A CONEX Cabin at Our BOL, by Montana Guy

Editor’s Introductory Note:  This article (in shorter draft form) was originally posted in 2016 at Survivalistboards.com, and is posted with the author’s permission. (He retained his copyright.) Author’s Introductory Caveat: Some government authorities may not allow living like this. It worked for us in Montana but then we chose to not seek permission from them. — Our first Montana winter was spent in an 8′ x 10′ shelter. We survived. And yes, we are still married. This article is directed toward folks who: Live far from where they would like to establish a bug-out, and May want to eventually move …




Using a Slow Pump in a Well, by Tunnel Rabbit

This is a follow-up to my recent  SurvivalBlog article: My Solar-Powered Dankoff Slow Pump System. (See: Part 1 and Part 2.) In the SurvivalBlog comments section, Homer asked for some details on using a Slow Pump in a Well, and he gets it.  It is good to know just how versatile the Dankoff Slow Pump is.From the Dankoff literature: It is possible to use the Slow Pump should the well casing be at least 6 inches in diameter.   The filter and foot valve in this situation, should be the Dankoff model, a 30 inch in length filter and foot valve …




My Solar-Powered Dankoff Slow Pump System – Part 2, by Tunnel Rabbit

(Continued from Part 1. This part concludes the article.) The #1303 model of Dankoff Slow pumps has the highest ‘gpm’ (gallon per minute) rating of the less expensive 1300 series. The #1303-24 pumps the most water for the money, and to a height that it will pump that is adequate for most situations. The advantage of a 24 volt system over a 12 volt pump, is that most surface water sources would likely be in a shaded environment, so the panels would need to be located some distance from the water source to obtain the needed amount of sunshine.  We …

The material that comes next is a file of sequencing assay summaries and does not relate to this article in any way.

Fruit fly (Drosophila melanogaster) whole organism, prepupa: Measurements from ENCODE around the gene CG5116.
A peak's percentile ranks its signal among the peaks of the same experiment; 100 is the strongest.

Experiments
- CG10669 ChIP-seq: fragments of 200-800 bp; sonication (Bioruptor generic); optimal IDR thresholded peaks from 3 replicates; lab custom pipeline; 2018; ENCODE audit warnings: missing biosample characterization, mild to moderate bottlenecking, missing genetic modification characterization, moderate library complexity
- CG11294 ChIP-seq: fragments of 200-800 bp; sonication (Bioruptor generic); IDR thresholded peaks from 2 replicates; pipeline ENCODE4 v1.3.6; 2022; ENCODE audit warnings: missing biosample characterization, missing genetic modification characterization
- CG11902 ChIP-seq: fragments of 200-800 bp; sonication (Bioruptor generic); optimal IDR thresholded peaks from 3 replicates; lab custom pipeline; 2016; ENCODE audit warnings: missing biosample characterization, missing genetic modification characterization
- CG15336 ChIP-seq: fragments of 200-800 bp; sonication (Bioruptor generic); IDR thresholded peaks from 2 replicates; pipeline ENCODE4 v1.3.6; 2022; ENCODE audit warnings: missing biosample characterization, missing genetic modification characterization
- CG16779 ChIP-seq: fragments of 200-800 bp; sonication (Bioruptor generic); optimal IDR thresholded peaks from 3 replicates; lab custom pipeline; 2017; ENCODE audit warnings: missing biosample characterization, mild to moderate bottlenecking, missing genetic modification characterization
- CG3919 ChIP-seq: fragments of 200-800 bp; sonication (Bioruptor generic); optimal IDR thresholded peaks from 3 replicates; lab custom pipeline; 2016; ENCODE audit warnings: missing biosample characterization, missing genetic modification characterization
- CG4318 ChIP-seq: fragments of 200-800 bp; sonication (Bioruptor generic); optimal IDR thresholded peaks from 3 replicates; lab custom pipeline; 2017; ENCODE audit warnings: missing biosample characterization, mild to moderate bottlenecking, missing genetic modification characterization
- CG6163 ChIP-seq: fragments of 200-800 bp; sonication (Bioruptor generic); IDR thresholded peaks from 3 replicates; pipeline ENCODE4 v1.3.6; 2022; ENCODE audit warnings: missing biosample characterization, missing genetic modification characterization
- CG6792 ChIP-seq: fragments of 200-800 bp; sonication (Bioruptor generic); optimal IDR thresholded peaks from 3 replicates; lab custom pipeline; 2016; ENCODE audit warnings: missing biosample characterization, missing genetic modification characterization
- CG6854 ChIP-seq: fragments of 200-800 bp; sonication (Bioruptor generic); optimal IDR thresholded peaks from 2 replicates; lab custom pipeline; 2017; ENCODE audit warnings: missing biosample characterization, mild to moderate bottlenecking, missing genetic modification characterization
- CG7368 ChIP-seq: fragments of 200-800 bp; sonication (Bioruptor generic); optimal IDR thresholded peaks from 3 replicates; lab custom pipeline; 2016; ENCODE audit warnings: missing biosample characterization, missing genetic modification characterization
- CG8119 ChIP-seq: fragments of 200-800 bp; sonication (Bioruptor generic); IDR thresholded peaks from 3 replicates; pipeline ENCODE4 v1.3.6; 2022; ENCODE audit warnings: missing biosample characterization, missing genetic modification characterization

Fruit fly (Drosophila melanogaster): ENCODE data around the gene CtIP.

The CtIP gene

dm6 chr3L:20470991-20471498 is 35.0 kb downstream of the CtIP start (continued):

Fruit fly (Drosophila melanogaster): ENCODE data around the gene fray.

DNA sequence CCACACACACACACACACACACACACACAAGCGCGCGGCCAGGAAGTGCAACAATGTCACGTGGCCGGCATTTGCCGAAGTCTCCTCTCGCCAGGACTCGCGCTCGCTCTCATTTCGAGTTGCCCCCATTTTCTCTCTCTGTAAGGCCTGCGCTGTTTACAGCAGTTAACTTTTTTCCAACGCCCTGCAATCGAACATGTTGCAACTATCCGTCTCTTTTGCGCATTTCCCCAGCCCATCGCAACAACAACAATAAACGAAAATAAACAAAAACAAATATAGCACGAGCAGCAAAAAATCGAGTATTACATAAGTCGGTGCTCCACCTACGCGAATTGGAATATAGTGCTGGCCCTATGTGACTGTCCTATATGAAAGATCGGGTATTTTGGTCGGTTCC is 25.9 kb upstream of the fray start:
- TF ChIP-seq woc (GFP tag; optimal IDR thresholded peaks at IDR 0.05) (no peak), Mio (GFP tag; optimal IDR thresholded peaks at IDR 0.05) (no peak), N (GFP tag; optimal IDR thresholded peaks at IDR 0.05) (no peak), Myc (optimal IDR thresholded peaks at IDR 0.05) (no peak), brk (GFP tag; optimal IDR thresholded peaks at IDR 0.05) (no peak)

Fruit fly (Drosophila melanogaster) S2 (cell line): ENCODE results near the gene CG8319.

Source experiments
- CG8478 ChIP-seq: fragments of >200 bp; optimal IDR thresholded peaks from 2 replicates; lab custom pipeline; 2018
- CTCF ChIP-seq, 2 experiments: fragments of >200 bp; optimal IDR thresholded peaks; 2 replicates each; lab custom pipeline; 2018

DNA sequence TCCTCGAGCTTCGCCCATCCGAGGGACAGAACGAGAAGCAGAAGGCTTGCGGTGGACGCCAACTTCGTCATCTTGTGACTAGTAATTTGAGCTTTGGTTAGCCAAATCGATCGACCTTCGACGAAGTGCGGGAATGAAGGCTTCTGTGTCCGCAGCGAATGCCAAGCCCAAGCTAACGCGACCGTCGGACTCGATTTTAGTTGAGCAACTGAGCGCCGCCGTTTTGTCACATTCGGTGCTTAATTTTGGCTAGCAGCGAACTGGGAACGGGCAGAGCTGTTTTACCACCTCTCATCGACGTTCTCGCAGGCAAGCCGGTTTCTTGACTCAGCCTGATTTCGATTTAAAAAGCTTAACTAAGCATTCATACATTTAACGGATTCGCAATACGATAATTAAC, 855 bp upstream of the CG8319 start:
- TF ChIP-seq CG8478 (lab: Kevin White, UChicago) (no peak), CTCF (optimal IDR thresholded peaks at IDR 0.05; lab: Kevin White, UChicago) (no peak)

My Solar-Powered Dankoff Slow Pump System – Part 1, by Tunnel Rabbit

This article is essentially a poor prepper’s guide to the affordable solar-powered Dankoff Slow Pump. In my case, I put together a portable DIY solar water pump for only $1,500, including photovoltaic panels. Water is life and the more ways we can get it, the better. For surface water, the Dankoff Slow Pump is what I would use in many situations.  There are so many pumps to choose from, but to make a simple and easy choice; if I could only afford the least expensive, and most reliable solar pump for all surface water sources, it would be this pump. …




Letter: Converting Edison Lamps to 12 VDC

Jim, Would you mind offering a link for a 12-volt bayonet mount adapter [for standard 120 Volt AC floor and table  lamps to use automotive interior and tail lights] that you referenced in your novel Patriots? Thanks, – Marc JWR Replies: Marc: Sadly, those bulb adapters are no longer cataloged by Real Goods. These days, with the profusion of inexpensive LEDs on the market, I would instead opt for Edison base 12 VDC LED conversions. This makes sense because LEDs draw so much less current than traditional automotive filament bulbs, and they have a much longer service life. NOTE: These …




Our DIY Solar Well Pump, by PJA

About four years ago, my wife and I finally got all four children out of the house and “on their way.” This allowed the two of us to pursue our dream of “leaving the city” and moving to a “rural homestead” on the edge of Middle Tennessee. The property we settled on is a modest five acres nestled within miles of rolling hills and cave fed streams within each “holler.” It included a 1940s farmhouse, two streams, a springhouse and a no-longer-used capped well casing. We managed to fence the 3-1/2 acre hill and stocked with Great Pyrenees herding dogs …




Prepper Complacency, by Wood Tamer

In this writing I will be referencing Hurricane Michael. This is not just a narrative about my experiences with this hurricane but rather a reflection on my life experiences as a prepared individual, family, and neighborhood. Throughout my life I could probably be defined as an individual more prepared for unexpected events than most others. That was not necessarily by design but rather necessity and lifestyle. I was raised in a large family and we always needed to make ends meet. As an adult I have been blessed with an abundant life without much adversity or concern until I heard …